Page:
Review: Symmetry #1

If you'll indulge me for a moment, I'd like to suggest some log lines for Top Cow's new sci-fi book Symmetry.  I am no marketer, but I think these would get the book's content across succinctly. Symmetry: Utopia has boob windows, Symmetry: I can't believe it's not Divergent, Symmetry: welcome to the uncanny valley, Symmetry: A choose your own gender story!  If Top Cow decides to use any of those, I will expect a hefty paycheck, but as that seems unlikely, let's just discuss Symmetry #1. As you have probably gathered by now, I am not a fan of Symmetry, but before going into why, I should state, as is the case with most first issues, it's very hard to judge where the book might end up. This issue is mostly exposition (far too much in fact) and table-setting, and its possible things could turn around as the story gets going.  Anyway, this first issue serves mainly to set up the book's world: a robot-run utopia where famine, war, and all forms of hostility have been annihilated through as of yet unexplained means. As is always the case such fictional utopias, there is a dark secret at the core of this society which author Matt Hawkins is very anxious to get to it.

Symmetry-#1-1Hawkin's strategy in setting up the world of Symmetry seems to be to have our main character Michael simply state facts about the world.  He constantly spouts lifeless lines like "Relationships are purely for reproductive purposes" and “I was born a sexless baby like everyone else". It is possible this is an attempt to bring across the bland perfection of the world by having the character be emotionless and dull, but it comes across as forced exposition that is often silly to read.  It doesn't help that no detail of the world is particularly original or unexpected: everyone wears white, is good-looking, and lives peacefully while robots do all the hard work (the basic set up of most YA fiction coincidentally).

The rushed attempt to setup this status quo is of course so that it can be broken by the end of the issue. Michael witness a violent satellite crash leading to the depowering of the robot population and a shocking societal revelation. This shocking reveal, like many elements of the book, is undermined by some goofy dialogue.  Perhaps this would be forgivable if we were given a reason to care about Michael himself, but we are given no reason to think he is anything beyond a bland unimaginative drone. He seemingly has no inner life nor even apparent hobby. In fact, I remain unclear what Michael even does in this utopian world--does he have a job or is commenting on the state of utopia a paid position?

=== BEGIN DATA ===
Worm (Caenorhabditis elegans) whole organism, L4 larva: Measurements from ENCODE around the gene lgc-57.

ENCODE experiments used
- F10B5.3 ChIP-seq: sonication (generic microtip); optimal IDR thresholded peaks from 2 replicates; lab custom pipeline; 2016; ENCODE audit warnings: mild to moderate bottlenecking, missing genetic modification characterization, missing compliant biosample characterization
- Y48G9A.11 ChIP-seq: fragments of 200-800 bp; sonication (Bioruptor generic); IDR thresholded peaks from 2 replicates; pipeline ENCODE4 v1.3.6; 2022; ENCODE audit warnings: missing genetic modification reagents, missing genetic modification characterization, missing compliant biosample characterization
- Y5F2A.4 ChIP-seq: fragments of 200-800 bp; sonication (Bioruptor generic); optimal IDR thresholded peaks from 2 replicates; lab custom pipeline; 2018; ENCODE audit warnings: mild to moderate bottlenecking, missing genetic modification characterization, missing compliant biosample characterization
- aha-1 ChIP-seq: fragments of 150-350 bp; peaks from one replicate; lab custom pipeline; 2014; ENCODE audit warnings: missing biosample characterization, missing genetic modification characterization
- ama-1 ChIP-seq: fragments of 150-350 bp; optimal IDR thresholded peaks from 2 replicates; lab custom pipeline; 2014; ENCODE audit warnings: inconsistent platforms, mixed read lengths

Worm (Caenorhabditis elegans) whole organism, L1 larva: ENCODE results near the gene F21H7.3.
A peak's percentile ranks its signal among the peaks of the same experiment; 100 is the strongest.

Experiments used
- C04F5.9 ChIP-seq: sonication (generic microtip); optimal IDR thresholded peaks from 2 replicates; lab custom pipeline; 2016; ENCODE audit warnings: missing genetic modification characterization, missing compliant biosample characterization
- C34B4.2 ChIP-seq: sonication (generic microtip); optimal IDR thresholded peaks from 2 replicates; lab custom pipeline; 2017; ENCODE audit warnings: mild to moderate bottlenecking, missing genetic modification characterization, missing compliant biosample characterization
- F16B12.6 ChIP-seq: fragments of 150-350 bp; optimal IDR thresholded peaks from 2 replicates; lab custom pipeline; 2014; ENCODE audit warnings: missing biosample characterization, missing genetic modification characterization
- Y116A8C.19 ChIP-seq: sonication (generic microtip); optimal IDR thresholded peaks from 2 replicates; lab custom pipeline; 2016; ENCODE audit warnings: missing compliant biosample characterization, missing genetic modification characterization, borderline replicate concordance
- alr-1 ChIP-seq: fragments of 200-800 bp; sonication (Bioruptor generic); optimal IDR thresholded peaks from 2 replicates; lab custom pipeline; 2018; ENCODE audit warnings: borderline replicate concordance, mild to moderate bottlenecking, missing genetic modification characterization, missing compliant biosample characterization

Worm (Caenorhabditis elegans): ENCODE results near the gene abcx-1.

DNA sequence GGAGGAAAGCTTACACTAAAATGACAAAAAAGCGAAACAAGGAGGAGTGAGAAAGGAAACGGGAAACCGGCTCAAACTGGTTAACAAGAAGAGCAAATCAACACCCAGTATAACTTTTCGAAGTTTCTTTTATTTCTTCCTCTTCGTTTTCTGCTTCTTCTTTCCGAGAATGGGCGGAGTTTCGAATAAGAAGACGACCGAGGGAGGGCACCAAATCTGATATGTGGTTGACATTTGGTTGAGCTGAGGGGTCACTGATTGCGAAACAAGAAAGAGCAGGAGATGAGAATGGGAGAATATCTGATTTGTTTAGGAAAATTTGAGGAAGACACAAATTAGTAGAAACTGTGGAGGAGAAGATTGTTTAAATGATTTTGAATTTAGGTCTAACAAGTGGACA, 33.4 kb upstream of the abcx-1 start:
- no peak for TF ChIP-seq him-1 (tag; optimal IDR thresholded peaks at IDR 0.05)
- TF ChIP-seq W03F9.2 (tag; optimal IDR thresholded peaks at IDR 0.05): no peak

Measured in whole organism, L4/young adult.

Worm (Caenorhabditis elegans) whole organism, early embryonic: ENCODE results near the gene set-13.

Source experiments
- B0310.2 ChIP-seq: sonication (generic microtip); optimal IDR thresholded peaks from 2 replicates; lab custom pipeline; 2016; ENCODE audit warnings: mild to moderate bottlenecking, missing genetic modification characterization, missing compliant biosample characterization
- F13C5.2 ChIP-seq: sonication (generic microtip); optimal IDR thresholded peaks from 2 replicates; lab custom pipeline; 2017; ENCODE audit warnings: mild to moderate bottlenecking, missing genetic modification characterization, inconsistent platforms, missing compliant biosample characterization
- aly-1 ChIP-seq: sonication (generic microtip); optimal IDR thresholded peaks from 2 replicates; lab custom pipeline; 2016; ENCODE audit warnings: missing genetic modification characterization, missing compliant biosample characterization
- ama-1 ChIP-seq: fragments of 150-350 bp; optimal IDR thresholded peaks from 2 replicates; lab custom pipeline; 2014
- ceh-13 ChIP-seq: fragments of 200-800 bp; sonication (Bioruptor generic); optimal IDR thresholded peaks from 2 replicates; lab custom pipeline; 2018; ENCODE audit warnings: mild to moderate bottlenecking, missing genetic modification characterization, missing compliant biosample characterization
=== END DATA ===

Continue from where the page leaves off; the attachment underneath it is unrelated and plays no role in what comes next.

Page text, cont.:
Admirably attempting to lend the world of Symmetry some personality is artist Raffaele Lenco whose polished, three-dimensional art looks like a mix of Esad Ribic and Mike Deadoto.  Lenco sells the idea of a perfect world by giving a wholesome but unsettling sheen to everything (ever surface appears to be brand new and perfectly lit). Further, he gives a creative design to the worker robots who have hulking torsos but spindly delicate arms.  Sadly, there is one major downside to Lenco's work: his people. The faces are rendered realistically (almost like photographs run through a filter) which makes the cartoonish facial expressions range from goofy to monstrous. The body language of each character is stiff; scenes of movement look posed and uncomfortable.

As such, Lenco's art is occasionally gorgeous, but cannot overcome the stiff awkwardness of Hawkins' writing. And without a reliable character writer or artist, one is left to notice some of the other, more minor negative aspects of the comic. Two scenes depict women in superfluously sexual attire or positions, the way in which an opening chase scene is supposed to connect the rest of the plot is never made clear, the fonts of a number of text boxes and sound effects are cartoonishly out of place with Lenco's ultra-sleek style, and so on and so forth.  All in all, the book is simply bad and not in any exciting or entertaining way.  While it is possible the book will improve as it goes on, after one issue I am not sure I will stick around to find out.

Score:  1/5

Symmetry #1 Author: Matt Hawkins Artist: Raffaele Lenco Publisher: Image/Top Cow Price: $3.99 Release Date: 12/9/15 Format: Ongoing; Print/Digital